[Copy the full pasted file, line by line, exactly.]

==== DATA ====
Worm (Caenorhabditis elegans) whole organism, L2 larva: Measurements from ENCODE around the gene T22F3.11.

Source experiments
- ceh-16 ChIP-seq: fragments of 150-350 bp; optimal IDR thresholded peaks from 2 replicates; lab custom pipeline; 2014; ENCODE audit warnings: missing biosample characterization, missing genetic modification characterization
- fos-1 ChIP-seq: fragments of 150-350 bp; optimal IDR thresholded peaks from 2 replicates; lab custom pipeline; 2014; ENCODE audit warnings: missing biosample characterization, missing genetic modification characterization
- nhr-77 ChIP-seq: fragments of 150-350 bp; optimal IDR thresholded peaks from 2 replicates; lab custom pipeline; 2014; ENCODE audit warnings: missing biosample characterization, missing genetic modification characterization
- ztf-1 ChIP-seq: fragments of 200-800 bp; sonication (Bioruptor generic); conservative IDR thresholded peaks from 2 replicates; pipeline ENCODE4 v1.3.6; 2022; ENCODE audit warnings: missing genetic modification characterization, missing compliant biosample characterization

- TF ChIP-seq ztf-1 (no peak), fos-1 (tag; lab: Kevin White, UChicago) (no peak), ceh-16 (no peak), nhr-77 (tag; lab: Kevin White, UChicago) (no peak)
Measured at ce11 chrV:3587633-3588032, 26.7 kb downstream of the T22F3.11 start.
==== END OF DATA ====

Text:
Worm (Caenorhabditis elegans) whole organism, L2 larva: Measurements from ENCODE around the gene T22F3.11.

Source experiments
- ceh-16 ChIP-seq: fragments of 150-350 bp; optimal IDR thresholded peaks from 2 replicates; lab custom pipeline; 2014; ENCODE audit warnings: missing biosample characterization, missing genetic modification characterization
- fos-1 ChIP-seq: fragments of 150-350 bp; optimal IDR thresholded peaks from 2 replicates; lab custom pipeline; 2014; ENCODE audit warnings: missing biosample characterization, missing genetic modification characterization
- nhr-77 ChIP-seq: fragments of 150-350 bp; optimal IDR thresholded peaks from 2 replicates; lab custom pipeline; 2014; ENCODE audit warnings: missing biosample characterization, missing genetic modification characterization
- ztf-1 ChIP-seq: fragments of 200-800 bp; sonication (Bioruptor generic); conservative IDR thresholded peaks from 2 replicates; pipeline ENCODE4 v1.3.6; 2022; ENCODE audit warnings: missing genetic modification characterization, missing compliant biosample characterization

- TF ChIP-seq ztf-1 (no peak), fos-1 (tag; lab: Kevin White, UChicago) (no peak), ceh-16 (no peak), nhr-77 (tag; lab: Kevin White, UChicago) (no peak)
Measured at ce11 chrV:3587633-3588032, 26.7 kb downstream of the T22F3.11 start.